With more legacy software giants embracing cloud-based, composable commerce offerings, such as recent moves by SAP and Adobe, members of the MACH Alliance (microservices-based, API, cloud, headless) are seeking to differentiate themselves while also seeing it as validation of their model. The group says usage is growing faster in the U.S. than Europe, home to many early adopters.
As brands increasingly focus on digital sales, they emphasize streamlining operations and automating logistics through ecommerce technology to effectively manage inventory systems, ad campaigns, etc. But software alone is not enough to guarantee positive outcomes, and when mismanaged, it can even do more harm than good.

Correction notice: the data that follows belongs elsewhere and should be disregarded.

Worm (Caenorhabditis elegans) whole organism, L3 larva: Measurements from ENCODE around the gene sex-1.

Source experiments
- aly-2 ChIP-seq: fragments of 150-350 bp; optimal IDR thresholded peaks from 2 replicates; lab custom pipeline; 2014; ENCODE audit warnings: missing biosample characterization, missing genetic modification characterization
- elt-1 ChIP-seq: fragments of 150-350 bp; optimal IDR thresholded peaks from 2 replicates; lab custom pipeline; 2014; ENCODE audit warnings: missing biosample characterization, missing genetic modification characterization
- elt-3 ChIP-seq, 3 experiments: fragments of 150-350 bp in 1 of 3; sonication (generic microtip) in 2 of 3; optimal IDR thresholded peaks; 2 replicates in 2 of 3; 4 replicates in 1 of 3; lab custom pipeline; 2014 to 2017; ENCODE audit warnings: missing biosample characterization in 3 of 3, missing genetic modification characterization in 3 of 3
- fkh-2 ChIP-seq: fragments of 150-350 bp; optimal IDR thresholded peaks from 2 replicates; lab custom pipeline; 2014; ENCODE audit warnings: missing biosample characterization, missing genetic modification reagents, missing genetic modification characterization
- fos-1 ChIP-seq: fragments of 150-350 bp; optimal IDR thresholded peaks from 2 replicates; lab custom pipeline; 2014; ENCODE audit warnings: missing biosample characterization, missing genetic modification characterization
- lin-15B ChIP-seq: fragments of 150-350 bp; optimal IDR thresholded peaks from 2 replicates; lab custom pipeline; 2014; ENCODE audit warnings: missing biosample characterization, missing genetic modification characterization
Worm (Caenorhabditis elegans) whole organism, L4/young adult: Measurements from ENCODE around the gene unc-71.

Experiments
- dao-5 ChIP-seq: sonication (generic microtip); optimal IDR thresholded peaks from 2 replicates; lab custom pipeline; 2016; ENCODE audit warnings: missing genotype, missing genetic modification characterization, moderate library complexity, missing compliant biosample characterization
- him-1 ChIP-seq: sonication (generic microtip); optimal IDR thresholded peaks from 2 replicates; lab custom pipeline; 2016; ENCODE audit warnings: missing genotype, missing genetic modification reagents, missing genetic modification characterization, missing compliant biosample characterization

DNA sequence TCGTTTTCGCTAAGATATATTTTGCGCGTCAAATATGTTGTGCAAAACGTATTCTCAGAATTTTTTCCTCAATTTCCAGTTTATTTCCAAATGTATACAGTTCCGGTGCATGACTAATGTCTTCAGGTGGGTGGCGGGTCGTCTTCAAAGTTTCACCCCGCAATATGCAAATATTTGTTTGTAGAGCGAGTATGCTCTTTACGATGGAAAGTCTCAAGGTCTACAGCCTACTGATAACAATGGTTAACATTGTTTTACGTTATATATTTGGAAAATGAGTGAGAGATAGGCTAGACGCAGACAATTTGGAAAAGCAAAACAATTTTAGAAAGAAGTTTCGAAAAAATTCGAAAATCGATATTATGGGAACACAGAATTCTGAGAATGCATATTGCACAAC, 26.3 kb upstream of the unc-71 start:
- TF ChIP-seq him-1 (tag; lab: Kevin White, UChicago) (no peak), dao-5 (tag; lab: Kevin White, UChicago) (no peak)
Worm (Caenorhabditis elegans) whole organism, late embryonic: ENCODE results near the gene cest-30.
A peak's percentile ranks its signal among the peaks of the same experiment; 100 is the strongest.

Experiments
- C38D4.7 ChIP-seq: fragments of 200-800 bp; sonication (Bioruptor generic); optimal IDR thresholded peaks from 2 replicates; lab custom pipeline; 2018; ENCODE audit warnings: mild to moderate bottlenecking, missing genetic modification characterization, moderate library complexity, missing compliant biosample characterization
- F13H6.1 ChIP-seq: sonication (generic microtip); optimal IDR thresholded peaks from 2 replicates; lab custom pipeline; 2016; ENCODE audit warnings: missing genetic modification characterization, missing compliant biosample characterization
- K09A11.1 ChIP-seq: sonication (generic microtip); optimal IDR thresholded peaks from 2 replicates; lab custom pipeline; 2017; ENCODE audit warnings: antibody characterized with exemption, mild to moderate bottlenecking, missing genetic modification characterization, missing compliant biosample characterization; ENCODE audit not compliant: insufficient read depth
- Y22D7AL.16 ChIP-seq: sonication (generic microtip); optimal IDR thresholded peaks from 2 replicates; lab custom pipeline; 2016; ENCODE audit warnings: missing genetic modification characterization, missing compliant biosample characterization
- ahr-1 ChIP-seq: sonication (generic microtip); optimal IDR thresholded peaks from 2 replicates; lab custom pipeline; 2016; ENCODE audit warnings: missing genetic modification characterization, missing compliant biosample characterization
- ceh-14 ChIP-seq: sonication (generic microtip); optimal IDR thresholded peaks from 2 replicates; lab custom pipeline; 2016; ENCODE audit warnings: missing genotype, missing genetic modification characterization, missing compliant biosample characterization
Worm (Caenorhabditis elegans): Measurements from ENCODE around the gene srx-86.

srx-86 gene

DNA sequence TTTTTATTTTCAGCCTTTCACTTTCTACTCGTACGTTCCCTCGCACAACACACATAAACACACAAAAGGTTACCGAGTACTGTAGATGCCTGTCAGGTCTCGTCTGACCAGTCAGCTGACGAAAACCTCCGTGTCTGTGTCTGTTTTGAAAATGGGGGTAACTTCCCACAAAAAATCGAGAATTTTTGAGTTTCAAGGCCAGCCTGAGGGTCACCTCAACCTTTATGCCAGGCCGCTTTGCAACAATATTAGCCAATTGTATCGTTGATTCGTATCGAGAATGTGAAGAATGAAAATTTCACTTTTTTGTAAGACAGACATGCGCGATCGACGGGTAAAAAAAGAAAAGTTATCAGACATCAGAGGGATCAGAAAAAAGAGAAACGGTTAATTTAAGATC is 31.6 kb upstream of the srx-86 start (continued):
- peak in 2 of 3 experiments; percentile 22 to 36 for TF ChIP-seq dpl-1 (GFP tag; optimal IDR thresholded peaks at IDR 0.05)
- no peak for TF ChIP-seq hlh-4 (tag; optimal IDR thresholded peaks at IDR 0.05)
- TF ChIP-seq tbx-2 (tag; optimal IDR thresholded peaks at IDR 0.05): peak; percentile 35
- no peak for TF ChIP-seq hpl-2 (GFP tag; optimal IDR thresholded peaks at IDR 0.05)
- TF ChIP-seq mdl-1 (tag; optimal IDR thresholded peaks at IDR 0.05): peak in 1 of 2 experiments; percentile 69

Dick’s Sporting Goods continues pushing to insource its ecommerce software, following a trail blazed by its CIO during his time at Home Depot, according to a report in the Wall Street Journal. The company has also centralized its ecommerce fulfillment and revamped its supply chain to speed up ecommerce deliveries.
Given rapid changes in ecommerce and growing expectations of always-on consumers, it’s no surprise that the sector is a hotbed of retail innovation, technology and investment. And a lot of it was on display at this year’s Shop.org conference in Las Vegas. Here’s a sampling of the new tech that was on display in the Innovation Lab.
While interest in omnichannel is high, execution needs significant improvement. Many retailers, even after years of implementation, still need the right software platform, process and education on how to be effective. And siloed data and legacy systems are no longer sufficient to meet the challenge.